Tin House Books Interview with Christopher R. Beha
TH: The two main characters in What Happened to Sophie Wilder have both written first books—one is successful, the other dies quietly—did writing your own debut novel push you to imagine these scenarios?
CB: I was aware of the traps that first-time novelists often fall into, particularly solipsism and a certain degree of formal preciousness—traps that I wanted to avoid. I found myself creating characters who had already fallen into these traps and were trying to escape them. Both Charlie and Sophie are in need of being pulled out of themselves and pushed into the world. Writing about this struggle was one way of pushing myself out into the world. I should add that if Charlie’s first novel was something of a failure, my “first” novel was an even bigger failure, insofar as it remains in a drawer and is unlikely ever to see the light of day. This isn’t any great tragedy, and I’m happy to think of What Happened to Sophie Wilder as my real first novel. But I did have the experience to draw from.
TH: In a wonderful scene, Sophie points out partygoers to Charlie, identifying each as a character in Charlie’s recently published novel. Charlie realizes that even though he wrote with Sophie in mind, he ended up writing “the kind of book she hated so much: real-life experience thrown down on the page without any transformation.” What kind of balance between invention and experience do want to strike in your work?
CB: This tendency toward unimaginative autobiography is one of the first-novel traps I’m talking about above. As it happens, there is very little autobiographical material in Sophie Wilder, except in a demographic sense. A census taker, collecting information about our ages, education levels, professions, geographical and economic backgrounds, would be unable to distinguish me from these characters. But the same could be said of a lot of people who don’t resemble me in the slightest.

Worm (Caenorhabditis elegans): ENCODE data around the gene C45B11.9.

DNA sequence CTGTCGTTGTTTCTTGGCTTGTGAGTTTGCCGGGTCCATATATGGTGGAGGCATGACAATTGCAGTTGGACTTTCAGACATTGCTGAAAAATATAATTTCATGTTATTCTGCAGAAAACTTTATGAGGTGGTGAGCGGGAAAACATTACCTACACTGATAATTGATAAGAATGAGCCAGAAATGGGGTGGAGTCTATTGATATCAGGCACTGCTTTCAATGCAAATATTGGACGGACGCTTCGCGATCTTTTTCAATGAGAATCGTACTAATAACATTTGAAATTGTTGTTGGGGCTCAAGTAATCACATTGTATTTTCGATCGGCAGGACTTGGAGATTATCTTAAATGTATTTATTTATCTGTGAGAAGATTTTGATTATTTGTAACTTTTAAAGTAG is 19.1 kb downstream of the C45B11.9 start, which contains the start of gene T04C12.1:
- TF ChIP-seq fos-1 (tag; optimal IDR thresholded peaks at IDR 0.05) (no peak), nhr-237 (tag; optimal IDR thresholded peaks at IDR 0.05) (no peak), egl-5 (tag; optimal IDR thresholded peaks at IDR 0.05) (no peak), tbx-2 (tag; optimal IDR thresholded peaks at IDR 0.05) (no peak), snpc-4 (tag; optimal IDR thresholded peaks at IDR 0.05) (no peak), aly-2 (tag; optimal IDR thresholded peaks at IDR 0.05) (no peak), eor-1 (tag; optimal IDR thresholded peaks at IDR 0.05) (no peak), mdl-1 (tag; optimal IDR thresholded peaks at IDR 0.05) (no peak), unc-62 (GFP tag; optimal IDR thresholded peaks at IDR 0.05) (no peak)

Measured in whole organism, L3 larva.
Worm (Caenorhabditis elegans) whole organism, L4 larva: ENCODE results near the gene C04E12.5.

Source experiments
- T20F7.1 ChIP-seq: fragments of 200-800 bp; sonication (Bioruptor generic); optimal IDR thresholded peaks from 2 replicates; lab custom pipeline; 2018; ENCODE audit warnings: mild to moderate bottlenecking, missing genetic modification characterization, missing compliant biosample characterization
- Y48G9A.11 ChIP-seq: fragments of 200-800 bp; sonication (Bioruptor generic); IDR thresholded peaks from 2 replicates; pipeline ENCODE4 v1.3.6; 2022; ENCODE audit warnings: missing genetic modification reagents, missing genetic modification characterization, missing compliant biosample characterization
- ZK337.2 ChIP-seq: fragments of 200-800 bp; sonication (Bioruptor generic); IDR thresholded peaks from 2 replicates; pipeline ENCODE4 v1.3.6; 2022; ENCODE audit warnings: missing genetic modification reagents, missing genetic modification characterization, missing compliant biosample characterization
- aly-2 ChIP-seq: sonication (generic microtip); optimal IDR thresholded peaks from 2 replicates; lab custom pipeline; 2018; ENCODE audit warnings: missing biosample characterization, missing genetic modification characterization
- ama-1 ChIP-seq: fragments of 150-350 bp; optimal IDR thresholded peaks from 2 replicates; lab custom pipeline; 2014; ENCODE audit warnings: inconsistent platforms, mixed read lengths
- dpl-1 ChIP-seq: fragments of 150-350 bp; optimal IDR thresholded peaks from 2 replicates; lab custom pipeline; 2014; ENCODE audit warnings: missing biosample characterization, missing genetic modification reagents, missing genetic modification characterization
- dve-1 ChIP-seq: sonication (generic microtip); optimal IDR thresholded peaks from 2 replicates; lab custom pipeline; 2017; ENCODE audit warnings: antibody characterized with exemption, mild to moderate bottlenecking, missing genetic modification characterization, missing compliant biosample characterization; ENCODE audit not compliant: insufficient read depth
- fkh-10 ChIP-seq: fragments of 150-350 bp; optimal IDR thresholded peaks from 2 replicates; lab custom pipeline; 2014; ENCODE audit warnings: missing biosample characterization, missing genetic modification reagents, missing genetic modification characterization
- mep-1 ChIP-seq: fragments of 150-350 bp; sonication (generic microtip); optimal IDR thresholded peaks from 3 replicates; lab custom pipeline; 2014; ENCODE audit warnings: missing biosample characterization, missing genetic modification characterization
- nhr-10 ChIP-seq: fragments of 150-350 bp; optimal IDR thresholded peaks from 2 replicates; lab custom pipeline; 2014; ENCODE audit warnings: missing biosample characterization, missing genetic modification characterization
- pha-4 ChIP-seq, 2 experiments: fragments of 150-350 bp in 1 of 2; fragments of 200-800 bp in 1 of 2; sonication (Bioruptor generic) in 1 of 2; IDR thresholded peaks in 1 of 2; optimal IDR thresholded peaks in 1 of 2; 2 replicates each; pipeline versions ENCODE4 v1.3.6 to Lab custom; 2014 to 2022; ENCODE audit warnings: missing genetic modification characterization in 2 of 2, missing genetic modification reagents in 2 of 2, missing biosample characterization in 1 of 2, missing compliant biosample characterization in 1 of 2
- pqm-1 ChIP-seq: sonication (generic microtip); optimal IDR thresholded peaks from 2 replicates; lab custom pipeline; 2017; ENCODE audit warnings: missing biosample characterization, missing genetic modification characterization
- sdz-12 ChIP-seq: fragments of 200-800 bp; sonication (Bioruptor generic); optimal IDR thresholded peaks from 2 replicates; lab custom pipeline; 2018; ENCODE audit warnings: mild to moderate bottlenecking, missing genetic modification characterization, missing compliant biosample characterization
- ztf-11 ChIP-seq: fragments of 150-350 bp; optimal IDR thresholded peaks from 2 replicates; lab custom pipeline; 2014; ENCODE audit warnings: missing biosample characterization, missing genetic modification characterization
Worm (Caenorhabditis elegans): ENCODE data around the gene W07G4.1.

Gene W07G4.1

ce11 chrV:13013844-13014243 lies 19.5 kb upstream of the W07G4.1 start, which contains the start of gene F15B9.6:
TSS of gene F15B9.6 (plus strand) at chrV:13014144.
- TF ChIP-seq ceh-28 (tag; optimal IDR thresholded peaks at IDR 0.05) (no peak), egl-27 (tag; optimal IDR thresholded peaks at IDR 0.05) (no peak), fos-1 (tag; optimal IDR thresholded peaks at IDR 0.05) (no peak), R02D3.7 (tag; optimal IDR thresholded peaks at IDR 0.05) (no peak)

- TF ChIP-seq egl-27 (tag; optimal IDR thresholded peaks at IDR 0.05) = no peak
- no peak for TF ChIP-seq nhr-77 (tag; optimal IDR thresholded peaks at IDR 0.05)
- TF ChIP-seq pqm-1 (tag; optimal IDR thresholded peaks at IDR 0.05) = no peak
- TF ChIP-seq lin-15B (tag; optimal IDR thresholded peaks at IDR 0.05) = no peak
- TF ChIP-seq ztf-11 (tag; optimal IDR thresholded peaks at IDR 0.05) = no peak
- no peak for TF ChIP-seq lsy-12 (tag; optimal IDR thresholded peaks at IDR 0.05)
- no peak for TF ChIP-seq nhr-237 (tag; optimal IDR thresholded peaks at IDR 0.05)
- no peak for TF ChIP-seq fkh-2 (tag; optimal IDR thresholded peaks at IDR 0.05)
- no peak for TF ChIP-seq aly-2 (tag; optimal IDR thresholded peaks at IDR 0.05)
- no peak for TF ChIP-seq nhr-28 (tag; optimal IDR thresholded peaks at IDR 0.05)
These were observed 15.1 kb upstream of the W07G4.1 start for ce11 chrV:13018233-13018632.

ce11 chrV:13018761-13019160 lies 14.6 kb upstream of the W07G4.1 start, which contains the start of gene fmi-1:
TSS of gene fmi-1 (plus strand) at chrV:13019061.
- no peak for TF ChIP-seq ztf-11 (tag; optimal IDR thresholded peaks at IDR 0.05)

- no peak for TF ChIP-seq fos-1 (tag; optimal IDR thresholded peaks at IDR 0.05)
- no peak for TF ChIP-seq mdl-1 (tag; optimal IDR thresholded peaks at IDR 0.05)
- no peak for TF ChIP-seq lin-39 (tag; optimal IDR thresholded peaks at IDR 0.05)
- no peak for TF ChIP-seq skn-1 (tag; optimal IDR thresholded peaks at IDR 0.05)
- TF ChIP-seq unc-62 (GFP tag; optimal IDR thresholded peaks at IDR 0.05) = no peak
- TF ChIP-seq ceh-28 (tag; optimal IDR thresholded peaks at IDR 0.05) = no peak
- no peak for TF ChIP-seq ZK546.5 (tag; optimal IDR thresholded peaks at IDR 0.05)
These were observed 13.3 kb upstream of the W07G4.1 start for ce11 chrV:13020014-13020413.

TH: The novel seems to tenderly mock reverence for the literary elite, but at the same time, clearly finds these writers important. Do you have the same ambivalent feelings yourself?
CB: Our culture works hard at times to embarrass people who take certain books or movies or pieces of music seriously. In response, one develops a self-protective irony toward one’s own tastes. I’ve seen lots of people do it. I do it myself, although I wish I did not. It’s an important part of Charlie’s point of view mostly because I don’t know anyone at all like Charlie who doesn’t fall prey to the habit.
But note: Sophie shows far less of this tendency. It’s part of what makes her so strange to Charlie upon her return to his life. One of the many things that religion offers is a framework for talking about big questions that isn’t considered pretentious or embarrassing. Both Charlie and Sophie are looking for such a framework. It is Charlie’s tragedy that he has not found one; it is Sophie’s tragedy that she has. And it is my own tragedy that even as I write those words I anticipate undermining them with a wink or a joke.
TH: You strike a wonderful balance between the hopefulness and audacity of your characters as college students and the aimlessness they display in their post collegiate decade. What is it about the years immediately following college that interest you?
CB: One of the reasons I wanted to write about Charlie’s and Sophie’s college years and also the years immediately after is that there is a level of intellectual engagement and enthusiasm that is allowed and even encouraged in college that is far less acceptable out in the world. To discover this can be a real disappointment, particularly if you come to believe, while in college, that this level of intellectual engagement is a common feature of “adult” life, only to discover that “real” adults find it rather childish—touching, perhaps, but also somewhat laughable.